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A certificate doesn’t mean we’re finished

A year after receiving the Salmon Safe Certificate, LC continues to work towards a salmon friendly campus

 

By Julie Oatfield /// Staff Writer

 

Though Lewis & Clark began working toward official Salmon-Safe certification in 2012, the successful certification in 2013 is gaining greater visibility this school year.

The certification process involves working with the         Salmon-Safe organization to survey the grounds of universities, companies or even wineries to identify ways to contribute to healthier salmon populations in the Pacific Northwest. According to the organization’s website, a certification is gained after a team consisting of a team of a          salmonid (salmon & trout) biologists, hydrologists and pesticide experts conduct a site assessment of “issues including irrigation efficiency, stormwater management, pesticide reduction and streamside area management.” The school has made significant improvements in these areas, especially after the Oregon Department of Environmental Quality gave LC a $77,000 fine in 2010 for channeling chlorinated pool water into a nearby stream for the past 40 years.

Although there aren’t any salmonid species in the ravine beneath the bridges on the undergraduate campus, they can sometimes be found on the Law School’s property within the Tryon Creek watershed.

LC students were involved throughout the certification process, from mapping important areas in the original assessment with the Salmon-Safe team to forming their own projects around salmon preservation. Sections of Bio 141 have also included Salmon-Safe information in lab manuals to help students learn more about local ecology.

Biology major Lily Clarke (‘16) became interested in the certification process during her first year on campus She worked on a project focused on grocery stores’ labelling of fish that didn’t always match the genetic species in the package, and learned more about labels and seafood sourcing in general. While she’s seen the campus take significant steps in protecting endangered Pacific salmon, Clarke mentions there are more ways to support healthy populations in the wild.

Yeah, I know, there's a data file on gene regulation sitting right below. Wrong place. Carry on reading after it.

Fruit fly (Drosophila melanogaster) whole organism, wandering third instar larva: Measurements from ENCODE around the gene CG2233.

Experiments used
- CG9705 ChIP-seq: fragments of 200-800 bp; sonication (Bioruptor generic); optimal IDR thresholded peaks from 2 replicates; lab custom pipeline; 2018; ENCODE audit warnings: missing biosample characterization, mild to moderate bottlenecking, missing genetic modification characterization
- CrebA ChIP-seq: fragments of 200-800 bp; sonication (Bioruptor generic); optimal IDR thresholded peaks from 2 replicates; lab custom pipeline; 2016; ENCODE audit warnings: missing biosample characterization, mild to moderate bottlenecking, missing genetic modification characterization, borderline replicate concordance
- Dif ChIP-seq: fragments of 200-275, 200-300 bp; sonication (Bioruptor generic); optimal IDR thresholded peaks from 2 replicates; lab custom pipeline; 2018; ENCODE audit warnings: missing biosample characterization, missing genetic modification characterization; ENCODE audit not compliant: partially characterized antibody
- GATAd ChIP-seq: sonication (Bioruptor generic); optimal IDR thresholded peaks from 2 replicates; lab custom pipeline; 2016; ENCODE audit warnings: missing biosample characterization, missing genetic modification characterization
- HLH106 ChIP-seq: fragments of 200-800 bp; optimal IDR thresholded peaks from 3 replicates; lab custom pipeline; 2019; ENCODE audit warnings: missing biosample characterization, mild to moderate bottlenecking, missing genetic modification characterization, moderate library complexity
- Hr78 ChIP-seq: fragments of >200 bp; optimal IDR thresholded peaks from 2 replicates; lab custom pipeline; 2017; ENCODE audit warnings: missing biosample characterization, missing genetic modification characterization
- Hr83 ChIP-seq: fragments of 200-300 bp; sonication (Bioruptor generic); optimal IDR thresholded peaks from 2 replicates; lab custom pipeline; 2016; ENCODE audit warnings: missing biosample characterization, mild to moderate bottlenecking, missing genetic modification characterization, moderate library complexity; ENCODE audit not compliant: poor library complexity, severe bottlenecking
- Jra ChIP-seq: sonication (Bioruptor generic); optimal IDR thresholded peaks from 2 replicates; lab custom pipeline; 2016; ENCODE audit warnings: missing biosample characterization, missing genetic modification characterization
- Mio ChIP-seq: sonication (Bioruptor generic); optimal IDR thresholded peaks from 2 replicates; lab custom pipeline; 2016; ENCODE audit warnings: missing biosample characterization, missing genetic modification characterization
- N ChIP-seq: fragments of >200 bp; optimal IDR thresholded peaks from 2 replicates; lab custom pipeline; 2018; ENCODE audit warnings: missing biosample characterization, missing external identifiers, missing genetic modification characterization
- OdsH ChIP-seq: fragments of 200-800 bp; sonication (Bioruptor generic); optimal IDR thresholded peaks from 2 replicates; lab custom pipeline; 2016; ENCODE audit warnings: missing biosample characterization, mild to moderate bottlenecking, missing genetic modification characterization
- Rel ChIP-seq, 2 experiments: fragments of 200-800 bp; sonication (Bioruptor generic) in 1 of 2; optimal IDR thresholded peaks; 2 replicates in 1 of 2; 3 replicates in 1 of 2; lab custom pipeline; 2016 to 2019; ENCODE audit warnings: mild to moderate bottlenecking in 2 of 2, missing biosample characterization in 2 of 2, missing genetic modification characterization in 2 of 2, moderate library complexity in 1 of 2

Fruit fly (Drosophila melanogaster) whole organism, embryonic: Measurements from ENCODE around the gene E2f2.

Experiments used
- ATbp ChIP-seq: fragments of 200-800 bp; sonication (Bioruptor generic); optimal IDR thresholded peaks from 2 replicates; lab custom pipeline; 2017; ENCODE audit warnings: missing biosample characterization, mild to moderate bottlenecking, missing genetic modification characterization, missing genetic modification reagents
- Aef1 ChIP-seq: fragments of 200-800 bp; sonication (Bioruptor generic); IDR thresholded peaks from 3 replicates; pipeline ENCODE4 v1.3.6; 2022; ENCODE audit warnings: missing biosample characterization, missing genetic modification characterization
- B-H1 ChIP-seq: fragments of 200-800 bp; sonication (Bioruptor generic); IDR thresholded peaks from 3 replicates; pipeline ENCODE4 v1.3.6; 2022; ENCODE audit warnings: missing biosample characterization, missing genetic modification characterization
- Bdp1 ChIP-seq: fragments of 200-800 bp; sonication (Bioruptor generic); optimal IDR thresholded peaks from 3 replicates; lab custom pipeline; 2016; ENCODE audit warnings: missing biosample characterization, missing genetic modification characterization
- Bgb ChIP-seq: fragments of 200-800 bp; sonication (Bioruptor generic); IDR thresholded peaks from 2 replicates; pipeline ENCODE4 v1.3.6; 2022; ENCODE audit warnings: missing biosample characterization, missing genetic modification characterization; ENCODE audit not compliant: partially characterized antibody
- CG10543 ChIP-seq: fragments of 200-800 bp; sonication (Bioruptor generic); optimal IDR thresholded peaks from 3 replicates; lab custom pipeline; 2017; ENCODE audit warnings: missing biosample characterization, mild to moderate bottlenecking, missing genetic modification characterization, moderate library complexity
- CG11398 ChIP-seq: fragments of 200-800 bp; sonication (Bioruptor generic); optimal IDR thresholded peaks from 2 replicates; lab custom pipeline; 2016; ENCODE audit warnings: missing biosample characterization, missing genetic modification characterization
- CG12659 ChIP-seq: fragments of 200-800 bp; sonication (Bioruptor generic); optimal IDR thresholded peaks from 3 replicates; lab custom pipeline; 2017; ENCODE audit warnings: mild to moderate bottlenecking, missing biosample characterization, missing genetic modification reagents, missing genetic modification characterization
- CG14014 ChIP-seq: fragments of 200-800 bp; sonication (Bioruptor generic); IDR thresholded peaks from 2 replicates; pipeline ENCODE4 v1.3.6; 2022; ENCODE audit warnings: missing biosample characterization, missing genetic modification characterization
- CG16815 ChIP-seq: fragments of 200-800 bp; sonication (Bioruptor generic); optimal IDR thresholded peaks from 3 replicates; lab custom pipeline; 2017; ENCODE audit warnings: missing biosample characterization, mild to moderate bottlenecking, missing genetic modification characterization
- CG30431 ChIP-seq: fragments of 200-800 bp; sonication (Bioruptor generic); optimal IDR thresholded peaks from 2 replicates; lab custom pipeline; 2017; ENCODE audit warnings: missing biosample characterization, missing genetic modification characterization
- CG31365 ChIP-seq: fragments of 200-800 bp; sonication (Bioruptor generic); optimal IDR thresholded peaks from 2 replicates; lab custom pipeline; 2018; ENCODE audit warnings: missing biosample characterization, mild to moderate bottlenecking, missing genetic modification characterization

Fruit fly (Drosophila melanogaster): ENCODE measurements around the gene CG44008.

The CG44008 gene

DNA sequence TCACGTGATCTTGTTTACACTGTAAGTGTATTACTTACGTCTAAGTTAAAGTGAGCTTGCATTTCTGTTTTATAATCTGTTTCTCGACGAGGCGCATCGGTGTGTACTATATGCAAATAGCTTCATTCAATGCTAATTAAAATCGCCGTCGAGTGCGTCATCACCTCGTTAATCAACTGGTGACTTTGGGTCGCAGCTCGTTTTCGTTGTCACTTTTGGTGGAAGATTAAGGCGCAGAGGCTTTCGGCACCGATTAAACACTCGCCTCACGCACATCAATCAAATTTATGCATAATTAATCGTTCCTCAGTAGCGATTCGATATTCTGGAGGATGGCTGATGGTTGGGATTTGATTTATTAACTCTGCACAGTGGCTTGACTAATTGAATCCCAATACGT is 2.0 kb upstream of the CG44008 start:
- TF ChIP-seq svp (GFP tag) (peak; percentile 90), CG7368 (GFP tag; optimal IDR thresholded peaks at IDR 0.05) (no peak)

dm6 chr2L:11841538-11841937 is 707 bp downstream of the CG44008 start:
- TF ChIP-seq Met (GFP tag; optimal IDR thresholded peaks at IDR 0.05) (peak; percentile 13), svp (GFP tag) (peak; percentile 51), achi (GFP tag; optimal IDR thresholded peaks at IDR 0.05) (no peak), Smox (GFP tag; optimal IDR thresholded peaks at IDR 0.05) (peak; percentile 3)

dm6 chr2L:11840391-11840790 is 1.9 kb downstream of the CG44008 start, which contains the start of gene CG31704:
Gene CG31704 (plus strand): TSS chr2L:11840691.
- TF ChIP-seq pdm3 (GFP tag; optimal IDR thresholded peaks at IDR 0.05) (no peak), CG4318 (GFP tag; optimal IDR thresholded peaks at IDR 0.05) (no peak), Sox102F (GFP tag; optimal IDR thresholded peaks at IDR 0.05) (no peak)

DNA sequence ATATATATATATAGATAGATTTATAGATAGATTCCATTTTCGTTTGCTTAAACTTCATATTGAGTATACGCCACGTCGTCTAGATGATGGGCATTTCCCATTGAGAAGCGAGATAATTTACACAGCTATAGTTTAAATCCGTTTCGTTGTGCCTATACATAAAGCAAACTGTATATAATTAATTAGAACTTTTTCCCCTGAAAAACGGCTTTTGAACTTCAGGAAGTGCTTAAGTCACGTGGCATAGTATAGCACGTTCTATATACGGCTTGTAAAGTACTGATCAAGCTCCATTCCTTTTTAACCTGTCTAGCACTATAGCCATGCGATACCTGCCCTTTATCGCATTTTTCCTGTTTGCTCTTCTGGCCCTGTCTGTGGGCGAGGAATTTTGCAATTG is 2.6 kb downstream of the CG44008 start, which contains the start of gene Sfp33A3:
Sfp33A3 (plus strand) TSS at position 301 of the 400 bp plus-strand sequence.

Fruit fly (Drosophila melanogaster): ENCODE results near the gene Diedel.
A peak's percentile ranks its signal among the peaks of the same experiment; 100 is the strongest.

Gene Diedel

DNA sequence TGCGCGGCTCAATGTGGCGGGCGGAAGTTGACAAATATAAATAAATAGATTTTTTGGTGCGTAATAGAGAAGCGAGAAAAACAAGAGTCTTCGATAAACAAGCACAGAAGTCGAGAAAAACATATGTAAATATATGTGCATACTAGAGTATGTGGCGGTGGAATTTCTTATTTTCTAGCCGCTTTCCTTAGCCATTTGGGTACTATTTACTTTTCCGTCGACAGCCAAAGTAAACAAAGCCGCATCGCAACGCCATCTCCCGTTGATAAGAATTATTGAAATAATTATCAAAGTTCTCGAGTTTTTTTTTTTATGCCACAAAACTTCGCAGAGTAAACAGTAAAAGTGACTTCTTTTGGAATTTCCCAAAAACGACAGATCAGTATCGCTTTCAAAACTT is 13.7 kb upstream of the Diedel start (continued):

“Salmon are a keystone species, meaning they have a larger effect on the ecosystem than their population numbers may show,” she said, adding that eating less, more sustainable salmon is important to preserving the species. “But it’s hard to cut out a food that you love, especially such a nutritious one. So if people are gonna buy it, buy it conscientiously.”

To Clarke, an important step is to encourage stores, even venues like Fields Dining Hall, to better label or advertise seafood sources and provide seafood choices approved by third party reviewers, such as Seafood Watch.

Director of Sustainability & Outreach Amy Dvorak is excited by the level of student involvement throughout the certification process and their initiative for new projects.

“There have been great opportunities for students to learn, research and build a variety of skills,” Dvorak said, especially as knowledge from the Salmon-Safe organization and student research is incorporated into the academic curriculum. Highlighting other developments, Dvorak pointed out that the college has even had catered events with wine from local Salmon-Safe certified wineries.

However, awareness of the LC’s Salmon-Safe status hasn’t seemed to reach much further than students already involved in the sciences and sustainability. When some students unfamiliar with the school’s certification first learned about its implications, they agreed it was an achievement.

Max Clary (’18) said, “It seems our school ears a lot of cool certifications trying to be green, but sometimes they don’t really let us know about it,” noting that there’s little publicity or widespread information about our Salmon-Safe campus.

Sydney Seabrook (’17) agreed with Clary, and said the certification’s details “should be accessible information, but I don’t think it should be something that’s ‘advertised’ on a large-scale” or in-your-face manner. Clary and Seabrook shared ideas of possible ways to communicate the salmon safe efforts to students, including triangular cards in the Bon, signs by the creeks or a possible documentary screening in a public info session.

Though salmon may not be the most important thing in a busy student’s mind, this certification can provide a basis for plenty of continuing research opportunities, whether in biology, environmental studies, public policy or other fields.

 

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